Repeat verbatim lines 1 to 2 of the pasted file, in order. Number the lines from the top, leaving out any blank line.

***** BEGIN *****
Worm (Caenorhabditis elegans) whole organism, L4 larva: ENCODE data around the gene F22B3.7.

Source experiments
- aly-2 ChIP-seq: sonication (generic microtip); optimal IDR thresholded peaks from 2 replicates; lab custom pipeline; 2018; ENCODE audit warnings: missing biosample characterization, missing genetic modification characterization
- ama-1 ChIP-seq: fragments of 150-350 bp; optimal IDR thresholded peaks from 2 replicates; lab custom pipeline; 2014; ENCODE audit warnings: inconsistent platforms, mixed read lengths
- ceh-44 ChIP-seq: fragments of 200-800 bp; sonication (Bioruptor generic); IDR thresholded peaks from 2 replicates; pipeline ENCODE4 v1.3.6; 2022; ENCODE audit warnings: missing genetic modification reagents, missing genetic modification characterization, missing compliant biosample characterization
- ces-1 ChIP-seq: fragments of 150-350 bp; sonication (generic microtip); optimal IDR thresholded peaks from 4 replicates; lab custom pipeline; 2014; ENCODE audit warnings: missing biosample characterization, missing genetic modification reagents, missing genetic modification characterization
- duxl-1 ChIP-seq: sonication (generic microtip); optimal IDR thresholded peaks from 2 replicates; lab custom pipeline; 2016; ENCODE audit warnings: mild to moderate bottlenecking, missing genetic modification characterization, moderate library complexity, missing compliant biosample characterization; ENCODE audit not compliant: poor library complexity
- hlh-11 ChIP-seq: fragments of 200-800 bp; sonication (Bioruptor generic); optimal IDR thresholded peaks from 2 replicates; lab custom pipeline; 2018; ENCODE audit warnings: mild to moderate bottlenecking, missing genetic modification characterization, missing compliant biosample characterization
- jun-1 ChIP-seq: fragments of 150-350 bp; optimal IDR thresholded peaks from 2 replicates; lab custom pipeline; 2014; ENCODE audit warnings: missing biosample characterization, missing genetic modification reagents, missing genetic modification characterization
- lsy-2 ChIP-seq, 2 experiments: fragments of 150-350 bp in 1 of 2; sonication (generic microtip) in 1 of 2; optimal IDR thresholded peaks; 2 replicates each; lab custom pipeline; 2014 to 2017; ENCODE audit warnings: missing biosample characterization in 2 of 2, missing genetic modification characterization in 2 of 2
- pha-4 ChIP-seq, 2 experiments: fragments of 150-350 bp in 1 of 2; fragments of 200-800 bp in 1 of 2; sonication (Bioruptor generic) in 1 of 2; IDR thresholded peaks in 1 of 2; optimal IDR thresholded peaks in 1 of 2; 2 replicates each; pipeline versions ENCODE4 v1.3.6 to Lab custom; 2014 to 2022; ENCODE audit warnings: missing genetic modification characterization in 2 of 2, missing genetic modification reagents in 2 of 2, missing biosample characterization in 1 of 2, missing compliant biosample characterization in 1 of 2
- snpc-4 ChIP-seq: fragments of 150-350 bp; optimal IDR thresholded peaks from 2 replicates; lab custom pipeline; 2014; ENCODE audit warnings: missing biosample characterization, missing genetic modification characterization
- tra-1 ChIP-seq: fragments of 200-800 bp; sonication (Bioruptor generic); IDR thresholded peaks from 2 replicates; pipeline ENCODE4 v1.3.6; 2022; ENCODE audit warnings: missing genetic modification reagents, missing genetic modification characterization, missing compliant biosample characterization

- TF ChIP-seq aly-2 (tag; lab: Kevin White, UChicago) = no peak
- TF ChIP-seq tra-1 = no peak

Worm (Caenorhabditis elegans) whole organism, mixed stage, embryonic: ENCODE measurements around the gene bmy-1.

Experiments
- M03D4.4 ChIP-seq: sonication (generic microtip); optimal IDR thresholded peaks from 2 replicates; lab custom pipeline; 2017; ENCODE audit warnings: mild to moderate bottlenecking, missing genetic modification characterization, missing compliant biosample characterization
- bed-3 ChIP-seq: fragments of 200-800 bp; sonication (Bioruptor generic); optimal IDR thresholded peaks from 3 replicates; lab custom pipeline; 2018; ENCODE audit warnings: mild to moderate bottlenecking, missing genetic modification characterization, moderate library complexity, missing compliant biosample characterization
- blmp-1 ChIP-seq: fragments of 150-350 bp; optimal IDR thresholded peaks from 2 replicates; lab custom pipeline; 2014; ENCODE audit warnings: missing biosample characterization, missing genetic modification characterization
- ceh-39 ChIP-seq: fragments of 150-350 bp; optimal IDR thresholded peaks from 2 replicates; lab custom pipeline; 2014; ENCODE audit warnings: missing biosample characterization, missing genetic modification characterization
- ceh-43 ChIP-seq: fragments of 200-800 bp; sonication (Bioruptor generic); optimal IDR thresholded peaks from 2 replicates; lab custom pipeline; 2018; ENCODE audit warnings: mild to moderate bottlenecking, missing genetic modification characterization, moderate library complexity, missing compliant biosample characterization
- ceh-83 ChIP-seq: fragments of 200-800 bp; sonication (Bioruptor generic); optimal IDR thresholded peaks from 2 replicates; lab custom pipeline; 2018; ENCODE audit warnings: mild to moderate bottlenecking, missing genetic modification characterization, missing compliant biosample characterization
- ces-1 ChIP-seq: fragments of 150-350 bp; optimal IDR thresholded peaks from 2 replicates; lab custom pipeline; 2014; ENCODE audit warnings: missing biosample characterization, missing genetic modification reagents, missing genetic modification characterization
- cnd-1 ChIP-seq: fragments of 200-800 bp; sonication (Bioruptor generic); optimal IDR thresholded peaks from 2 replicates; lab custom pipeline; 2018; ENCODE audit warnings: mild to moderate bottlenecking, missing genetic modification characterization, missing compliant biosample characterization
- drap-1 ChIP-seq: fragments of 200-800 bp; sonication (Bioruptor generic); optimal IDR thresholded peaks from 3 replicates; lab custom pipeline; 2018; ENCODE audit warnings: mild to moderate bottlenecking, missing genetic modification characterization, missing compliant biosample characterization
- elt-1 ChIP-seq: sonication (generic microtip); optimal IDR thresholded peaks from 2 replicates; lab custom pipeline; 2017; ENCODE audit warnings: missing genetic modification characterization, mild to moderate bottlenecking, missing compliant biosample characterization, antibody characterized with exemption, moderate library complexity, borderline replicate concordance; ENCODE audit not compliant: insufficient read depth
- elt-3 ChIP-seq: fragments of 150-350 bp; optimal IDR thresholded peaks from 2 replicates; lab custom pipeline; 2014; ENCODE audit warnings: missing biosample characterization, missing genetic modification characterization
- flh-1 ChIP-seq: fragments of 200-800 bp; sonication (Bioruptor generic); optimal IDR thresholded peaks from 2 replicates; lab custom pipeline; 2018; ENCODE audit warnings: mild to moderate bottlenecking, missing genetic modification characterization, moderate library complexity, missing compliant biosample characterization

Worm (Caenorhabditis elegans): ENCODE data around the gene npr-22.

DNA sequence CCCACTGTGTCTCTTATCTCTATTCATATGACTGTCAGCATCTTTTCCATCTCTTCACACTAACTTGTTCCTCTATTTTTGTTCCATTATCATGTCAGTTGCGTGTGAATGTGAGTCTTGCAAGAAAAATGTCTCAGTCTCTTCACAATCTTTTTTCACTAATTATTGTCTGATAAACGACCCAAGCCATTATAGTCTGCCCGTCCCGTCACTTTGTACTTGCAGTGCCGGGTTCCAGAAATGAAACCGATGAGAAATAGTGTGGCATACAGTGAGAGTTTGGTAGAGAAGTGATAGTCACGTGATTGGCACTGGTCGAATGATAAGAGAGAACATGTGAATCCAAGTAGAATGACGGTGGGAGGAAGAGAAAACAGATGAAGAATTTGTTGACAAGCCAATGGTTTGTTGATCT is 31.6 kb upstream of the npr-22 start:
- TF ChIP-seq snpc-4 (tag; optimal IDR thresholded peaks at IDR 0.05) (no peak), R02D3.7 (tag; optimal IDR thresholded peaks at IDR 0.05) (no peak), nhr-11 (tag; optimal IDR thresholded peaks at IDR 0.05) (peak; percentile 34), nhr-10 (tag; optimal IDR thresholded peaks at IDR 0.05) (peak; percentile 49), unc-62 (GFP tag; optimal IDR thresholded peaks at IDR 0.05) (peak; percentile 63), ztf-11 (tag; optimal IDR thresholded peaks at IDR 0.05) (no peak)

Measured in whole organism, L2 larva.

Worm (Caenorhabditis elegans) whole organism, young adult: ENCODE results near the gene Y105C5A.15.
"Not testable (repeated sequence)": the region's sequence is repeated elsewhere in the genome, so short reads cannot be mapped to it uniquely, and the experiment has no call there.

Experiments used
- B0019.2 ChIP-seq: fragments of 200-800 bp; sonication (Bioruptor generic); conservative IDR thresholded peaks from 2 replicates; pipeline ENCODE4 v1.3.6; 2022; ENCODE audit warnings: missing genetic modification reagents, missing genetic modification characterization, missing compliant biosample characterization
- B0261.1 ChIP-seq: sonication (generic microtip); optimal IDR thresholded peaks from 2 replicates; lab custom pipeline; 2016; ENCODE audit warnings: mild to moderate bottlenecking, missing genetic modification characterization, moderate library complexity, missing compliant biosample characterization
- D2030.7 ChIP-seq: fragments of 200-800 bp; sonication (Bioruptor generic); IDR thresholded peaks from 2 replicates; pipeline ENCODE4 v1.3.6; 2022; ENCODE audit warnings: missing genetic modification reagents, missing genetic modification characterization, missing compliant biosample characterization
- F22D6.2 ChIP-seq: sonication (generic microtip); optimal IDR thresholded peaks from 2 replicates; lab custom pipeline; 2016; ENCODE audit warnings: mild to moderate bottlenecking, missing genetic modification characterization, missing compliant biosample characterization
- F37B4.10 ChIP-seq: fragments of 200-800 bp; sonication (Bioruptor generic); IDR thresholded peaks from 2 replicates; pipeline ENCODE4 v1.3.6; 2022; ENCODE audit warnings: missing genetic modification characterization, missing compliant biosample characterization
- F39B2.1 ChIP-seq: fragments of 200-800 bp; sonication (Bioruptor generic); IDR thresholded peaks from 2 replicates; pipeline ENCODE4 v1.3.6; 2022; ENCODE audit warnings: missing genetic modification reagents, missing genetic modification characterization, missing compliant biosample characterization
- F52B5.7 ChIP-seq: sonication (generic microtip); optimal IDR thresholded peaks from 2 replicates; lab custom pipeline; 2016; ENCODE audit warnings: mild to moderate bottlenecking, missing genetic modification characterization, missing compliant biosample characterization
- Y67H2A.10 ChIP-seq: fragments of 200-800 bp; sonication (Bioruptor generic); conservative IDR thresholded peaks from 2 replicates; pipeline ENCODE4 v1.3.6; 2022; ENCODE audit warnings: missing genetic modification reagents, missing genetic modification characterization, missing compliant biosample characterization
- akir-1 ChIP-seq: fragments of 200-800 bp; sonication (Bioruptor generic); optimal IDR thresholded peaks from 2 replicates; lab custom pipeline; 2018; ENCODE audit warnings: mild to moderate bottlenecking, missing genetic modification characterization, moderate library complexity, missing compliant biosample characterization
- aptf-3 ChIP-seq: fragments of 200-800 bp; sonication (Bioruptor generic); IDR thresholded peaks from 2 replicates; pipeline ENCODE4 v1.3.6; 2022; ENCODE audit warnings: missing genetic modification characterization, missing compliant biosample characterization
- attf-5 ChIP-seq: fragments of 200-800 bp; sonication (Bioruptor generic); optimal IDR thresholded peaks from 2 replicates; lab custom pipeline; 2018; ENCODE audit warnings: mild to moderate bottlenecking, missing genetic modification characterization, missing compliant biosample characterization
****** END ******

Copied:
Worm (Caenorhabditis elegans) whole organism, L4 larva: ENCODE data around the gene F22B3.7.

Source experiments